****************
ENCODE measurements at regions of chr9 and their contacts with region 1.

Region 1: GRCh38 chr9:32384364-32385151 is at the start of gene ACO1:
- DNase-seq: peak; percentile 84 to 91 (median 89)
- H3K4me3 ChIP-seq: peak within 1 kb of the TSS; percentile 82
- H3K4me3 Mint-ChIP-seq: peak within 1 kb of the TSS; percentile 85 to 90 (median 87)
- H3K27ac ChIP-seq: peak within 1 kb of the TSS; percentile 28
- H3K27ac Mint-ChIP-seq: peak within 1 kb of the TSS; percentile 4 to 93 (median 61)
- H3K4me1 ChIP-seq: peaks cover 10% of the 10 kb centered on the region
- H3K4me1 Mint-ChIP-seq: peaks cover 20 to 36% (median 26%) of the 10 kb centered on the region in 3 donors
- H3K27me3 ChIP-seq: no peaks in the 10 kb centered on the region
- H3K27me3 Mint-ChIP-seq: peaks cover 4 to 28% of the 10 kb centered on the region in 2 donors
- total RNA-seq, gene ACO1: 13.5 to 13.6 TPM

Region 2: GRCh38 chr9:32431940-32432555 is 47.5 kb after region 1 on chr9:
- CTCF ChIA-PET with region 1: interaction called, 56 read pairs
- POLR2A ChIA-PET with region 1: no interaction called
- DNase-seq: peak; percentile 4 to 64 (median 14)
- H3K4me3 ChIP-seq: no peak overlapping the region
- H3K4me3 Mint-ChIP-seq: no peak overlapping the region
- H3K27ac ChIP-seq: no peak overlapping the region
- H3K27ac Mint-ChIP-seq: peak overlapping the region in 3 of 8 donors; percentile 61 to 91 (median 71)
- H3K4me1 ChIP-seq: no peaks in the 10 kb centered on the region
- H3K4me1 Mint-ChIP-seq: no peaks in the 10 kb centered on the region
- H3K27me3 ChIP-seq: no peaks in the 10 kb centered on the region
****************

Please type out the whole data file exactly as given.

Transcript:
ENCODE measurements at regions of chr9 and their contacts with region 1.

Region 1: GRCh38 chr9:32384364-32385151 is at the start of gene ACO1:
- DNase-seq: peak; percentile 84 to 91 (median 89)
- H3K4me3 ChIP-seq: peak within 1 kb of the TSS; percentile 82
- H3K4me3 Mint-ChIP-seq: peak within 1 kb of the TSS; percentile 85 to 90 (median 87)
- H3K27ac ChIP-seq: peak within 1 kb of the TSS; percentile 28
- H3K27ac Mint-ChIP-seq: peak within 1 kb of the TSS; percentile 4 to 93 (median 61)
- H3K4me1 ChIP-seq: peaks cover 10% of the 10 kb centered on the region
- H3K4me1 Mint-ChIP-seq: peaks cover 20 to 36% (median 26%) of the 10 kb centered on the region in 3 donors
- H3K27me3 ChIP-seq: no peaks in the 10 kb centered on the region
- H3K27me3 Mint-ChIP-seq: peaks cover 4 to 28% of the 10 kb centered on the region in 2 donors
- total RNA-seq, gene ACO1: 13.5 to 13.6 TPM

Region 2: GRCh38 chr9:32431940-32432555 is 47.5 kb after region 1 on chr9:
- CTCF ChIA-PET with region 1: interaction called, 56 read pairs
- POLR2A ChIA-PET with region 1: no interaction called
- DNase-seq: peak; percentile 4 to 64 (median 14)
- H3K4me3 ChIP-seq: no peak overlapping the region
- H3K4me3 Mint-ChIP-seq: no peak overlapping the region
- H3K27ac ChIP-seq: no peak overlapping the region
- H3K27ac Mint-ChIP-seq: peak overlapping the region in 3 of 8 donors; percentile 61 to 91 (median 71)
- H3K4me1 ChIP-seq: no peaks in the 10 kb centered on the region
- H3K4me1 Mint-ChIP-seq: no peaks in the 10 kb centered on the region
- H3K27me3 ChIP-seq: no peaks in the 10 kb centered on the region